Friday, January 22, 2010

Glen Keane Guest Lecture

Just got out of the lecture and my head is spinning from the past few hours. So because I'm a little too tired to actually go animate(which I'm dying to do after watching Glen animate), here are my notes/summary of the night:

A quick introduction for those who might be new to the name, Glen Keane. He attended CalArts before there was even a Character Animation department--at that time it was Film Graphics under the Experimental Animation department---and has spent the past 35+ years animating at Disney. He has been the supervising animator on characters like Ratigan(Great Mouse Detective), Ariel(from the Little Mermaid), Aladdin himself, The Beast(from Beauty and the Beast), Tarzan himself, John Silver(the cyborg from Treasure Planet), etc. There are so many scenes that he's worked on that have had a very big impact on me. Some of the first pencil tests that I found online were his and that really opened my eyes to the notion of pursuing animation as a career(along with a couple other incredibly talented artists).

Tonight, he came and drew/animated for us. My notes are primarily when he'd emphasize a point or just say something I wanted to remember while I animate on my own film. So here are these points and I'll do my best to put them in context:
"Push boundaries or you're not taking advantage of being an animator." Essentially, don't settle for what has been done before, or "safe." These are drawings, you can animate your wildest fantasies----you're not bound by any rules of real-life reality(or even live-action film), and as an artist you're able to "become" a savage beast, or a princess with 70 feet of hair! These characters can inhabit any habitat whether inside a wall, or in some deep region of the Twilight Zone. So shoot for the moon!
"The more action is related to the emotion, the more interesting it becomes." Always think of a way to put a more interesting perspective on an emotion. Glen had us shout out various emotions, then actions, and he randomly combined a few to create far more interesting descriptions. One of the example he drew out was, "fear"--well it's very easy to just go with a run of the mill pose--sweat, teeth chattering, eyes bugged out, shoulders hunched up to the ears. Usually something everyone has seen before. However, when "Eating" is added, in this case, "Fear of Eating"---you get a very character specific scenario...Glen drew a guy cringing at the very idea of actually eating a scorpion that was on the end of his fork. Much more fun to watch right? So find ways to link an action with an emotion and the animation will benefit greatly. Another one that Glen drew out(just one drawing that summed up the whole idea) was, anguished dancing which was hilarious---just think of Seinfeld and Elaine's spaz-like dancing and you come close to what was drawn out.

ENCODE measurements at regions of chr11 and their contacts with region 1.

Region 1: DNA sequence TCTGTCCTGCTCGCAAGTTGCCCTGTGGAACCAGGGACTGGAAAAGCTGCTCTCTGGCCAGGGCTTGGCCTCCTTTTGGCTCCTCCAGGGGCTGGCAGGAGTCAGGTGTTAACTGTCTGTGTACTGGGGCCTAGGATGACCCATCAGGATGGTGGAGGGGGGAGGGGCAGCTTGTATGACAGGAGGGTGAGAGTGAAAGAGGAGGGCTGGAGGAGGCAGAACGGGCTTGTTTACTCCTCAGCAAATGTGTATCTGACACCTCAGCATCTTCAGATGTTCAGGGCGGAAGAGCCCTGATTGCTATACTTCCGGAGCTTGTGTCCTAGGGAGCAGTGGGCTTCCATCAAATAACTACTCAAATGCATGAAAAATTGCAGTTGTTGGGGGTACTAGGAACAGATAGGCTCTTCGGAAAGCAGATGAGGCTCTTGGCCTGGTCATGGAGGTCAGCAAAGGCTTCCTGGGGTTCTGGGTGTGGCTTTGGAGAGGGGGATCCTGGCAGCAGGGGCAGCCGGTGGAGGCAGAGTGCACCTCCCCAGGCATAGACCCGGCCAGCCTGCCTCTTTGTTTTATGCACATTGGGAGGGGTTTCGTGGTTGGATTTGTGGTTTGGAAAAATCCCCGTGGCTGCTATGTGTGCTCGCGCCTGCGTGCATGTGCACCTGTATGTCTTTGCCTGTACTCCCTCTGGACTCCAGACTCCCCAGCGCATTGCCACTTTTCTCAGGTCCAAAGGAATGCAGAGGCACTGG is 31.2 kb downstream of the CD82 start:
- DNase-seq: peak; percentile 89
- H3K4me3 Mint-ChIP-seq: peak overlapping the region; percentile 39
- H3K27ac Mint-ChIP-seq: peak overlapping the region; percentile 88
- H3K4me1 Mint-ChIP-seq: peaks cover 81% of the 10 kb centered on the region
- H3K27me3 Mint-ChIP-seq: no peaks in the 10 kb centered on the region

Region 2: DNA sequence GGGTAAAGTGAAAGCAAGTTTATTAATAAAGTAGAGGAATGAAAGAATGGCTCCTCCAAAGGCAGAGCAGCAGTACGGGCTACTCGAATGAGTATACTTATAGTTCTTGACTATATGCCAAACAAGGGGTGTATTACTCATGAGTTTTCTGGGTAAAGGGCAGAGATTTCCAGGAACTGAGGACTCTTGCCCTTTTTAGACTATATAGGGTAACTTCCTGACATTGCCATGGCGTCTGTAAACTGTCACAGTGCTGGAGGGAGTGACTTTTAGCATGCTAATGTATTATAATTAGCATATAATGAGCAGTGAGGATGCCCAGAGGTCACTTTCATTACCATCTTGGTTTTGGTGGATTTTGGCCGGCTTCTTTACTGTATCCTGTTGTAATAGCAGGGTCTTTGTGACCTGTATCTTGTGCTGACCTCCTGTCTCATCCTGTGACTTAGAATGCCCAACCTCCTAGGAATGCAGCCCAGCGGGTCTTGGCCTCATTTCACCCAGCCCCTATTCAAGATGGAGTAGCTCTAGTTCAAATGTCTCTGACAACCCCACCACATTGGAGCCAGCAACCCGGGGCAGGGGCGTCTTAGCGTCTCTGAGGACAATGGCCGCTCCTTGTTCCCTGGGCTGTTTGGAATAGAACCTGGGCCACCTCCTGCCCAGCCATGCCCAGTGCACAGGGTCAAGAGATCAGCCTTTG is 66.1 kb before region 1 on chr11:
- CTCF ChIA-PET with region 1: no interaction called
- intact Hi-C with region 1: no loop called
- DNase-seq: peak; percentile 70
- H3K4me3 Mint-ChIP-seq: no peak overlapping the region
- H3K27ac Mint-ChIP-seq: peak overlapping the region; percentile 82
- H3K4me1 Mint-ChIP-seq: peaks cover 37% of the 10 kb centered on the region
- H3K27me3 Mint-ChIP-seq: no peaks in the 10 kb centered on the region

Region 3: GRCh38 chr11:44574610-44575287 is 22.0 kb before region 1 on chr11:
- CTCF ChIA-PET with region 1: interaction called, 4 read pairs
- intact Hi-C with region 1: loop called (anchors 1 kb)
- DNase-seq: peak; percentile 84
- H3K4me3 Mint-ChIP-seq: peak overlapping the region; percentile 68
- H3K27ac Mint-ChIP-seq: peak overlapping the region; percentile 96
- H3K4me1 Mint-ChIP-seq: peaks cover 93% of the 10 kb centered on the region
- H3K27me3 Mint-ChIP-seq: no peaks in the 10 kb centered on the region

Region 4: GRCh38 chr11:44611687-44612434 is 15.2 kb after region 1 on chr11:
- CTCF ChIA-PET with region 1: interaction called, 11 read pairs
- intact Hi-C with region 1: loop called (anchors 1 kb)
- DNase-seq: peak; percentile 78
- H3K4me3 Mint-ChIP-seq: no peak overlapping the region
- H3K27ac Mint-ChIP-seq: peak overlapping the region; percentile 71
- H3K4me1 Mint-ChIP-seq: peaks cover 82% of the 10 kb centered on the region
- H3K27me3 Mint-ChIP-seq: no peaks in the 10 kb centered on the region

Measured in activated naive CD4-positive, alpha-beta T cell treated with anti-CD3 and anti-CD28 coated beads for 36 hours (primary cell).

A very key point that came up, and is something that definitely applies towards this year's film is: Setup a goal and hold it back from the audience for as long as possible. Let it be known what the character(s) is after and just milk every second before they achieve their desire. The example Glen shared was a scene from Avatar---when Jake is trying to tame/fly those flying creatures. First Jake has to find the beast, keep it from killing him, connect his hair to control it, and then actually fly. That whole scene is prolonging the ultimate goal of that final flight scene between Jake and the creature--the goal is clearly established, but every task is difficult, nothing is easy and it makes the audience feel very satisfied once Jake succesfully achieves his first flight. Another example that I found that I think fits this idea is from ol' Wile Coyote(aka. Road-Runnerus Digestus):



Just a short segment from the full piece, but the artists are just playing with that gag. It's a little different then the scene in Avatar. Everyone knows the roadrunner will never be caught, however everyone knows that the coyote's attempts at catching that roadrunner always fail. The coyote doesn't just plummet straight to the ground like he does in some other gags, but instead has a very round about way of falling--and that whole time you know what's coming, all the setup is there---the rocks, the ground that's coming up(though off-screen until the very end, you know it has to appear), etc. Very fun to watch and think about.

At this point Glen sat down at the animation desk with a huge ream of animation paper and started animating. He was still following the point I mentioned above about prolonging the goal. In this case, it was a baby going from a seated position to learning how to stand. He worked out what poses would really hit home for the audience---to really feel the baby's struggle. Absolutely amazing to watch.

Anyways, that pretty much covers the night. I'm still soaking in everything he talked about. It was a fantastic way to start the weekend---myself and I'm sure the rest of the department will be spending tomorrow hunkered down and animating like crazy! Thank you again to Glen for the lecture and to everyone who helped make tonight so memorable. :)